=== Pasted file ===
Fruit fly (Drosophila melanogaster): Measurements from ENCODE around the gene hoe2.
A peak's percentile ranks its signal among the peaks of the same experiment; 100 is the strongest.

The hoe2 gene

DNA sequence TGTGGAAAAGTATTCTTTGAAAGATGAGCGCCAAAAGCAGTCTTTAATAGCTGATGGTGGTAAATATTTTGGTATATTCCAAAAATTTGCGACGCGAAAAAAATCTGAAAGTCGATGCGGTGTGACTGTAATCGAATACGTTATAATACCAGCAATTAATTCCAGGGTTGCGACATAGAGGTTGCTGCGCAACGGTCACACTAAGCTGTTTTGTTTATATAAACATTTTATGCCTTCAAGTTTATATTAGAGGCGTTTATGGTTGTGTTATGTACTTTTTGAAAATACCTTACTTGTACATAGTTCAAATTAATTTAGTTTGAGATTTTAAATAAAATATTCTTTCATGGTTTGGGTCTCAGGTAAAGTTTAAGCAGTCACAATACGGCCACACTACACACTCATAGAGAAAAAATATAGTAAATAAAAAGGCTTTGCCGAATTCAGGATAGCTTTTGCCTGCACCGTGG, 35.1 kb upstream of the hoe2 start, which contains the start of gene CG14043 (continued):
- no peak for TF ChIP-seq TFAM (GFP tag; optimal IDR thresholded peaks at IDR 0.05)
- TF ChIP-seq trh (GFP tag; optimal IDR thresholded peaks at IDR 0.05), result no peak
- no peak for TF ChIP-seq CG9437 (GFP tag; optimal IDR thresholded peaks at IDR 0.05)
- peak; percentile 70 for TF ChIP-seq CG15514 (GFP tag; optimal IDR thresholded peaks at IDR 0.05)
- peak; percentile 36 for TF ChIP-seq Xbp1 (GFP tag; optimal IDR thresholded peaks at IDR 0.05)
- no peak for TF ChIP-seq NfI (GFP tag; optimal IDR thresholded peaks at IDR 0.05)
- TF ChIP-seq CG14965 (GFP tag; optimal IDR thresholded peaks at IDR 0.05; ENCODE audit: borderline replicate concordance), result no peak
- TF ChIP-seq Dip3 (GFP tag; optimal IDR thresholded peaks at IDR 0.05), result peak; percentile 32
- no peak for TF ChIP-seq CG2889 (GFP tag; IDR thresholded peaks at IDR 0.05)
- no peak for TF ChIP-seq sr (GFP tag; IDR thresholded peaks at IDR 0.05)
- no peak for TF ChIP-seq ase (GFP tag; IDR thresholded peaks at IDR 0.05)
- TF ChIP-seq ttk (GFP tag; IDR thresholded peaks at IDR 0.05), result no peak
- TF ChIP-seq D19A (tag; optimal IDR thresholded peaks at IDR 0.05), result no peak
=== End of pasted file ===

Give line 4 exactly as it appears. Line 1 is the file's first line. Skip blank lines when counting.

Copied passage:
DNA sequence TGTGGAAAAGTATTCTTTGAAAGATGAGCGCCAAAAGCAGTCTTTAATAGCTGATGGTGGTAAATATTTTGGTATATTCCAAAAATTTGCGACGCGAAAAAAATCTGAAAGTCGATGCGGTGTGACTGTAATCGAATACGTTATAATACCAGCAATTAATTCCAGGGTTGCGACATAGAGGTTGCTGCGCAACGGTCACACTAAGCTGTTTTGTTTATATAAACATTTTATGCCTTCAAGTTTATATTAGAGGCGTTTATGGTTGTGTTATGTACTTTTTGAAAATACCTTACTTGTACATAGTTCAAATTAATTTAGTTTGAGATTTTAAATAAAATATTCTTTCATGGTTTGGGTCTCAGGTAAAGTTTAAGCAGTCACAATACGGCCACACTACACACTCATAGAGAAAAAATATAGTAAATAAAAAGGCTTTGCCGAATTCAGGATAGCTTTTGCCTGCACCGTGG, 35.1 kb upstream of the hoe2 start, which contains the start of gene CG14043 (continued):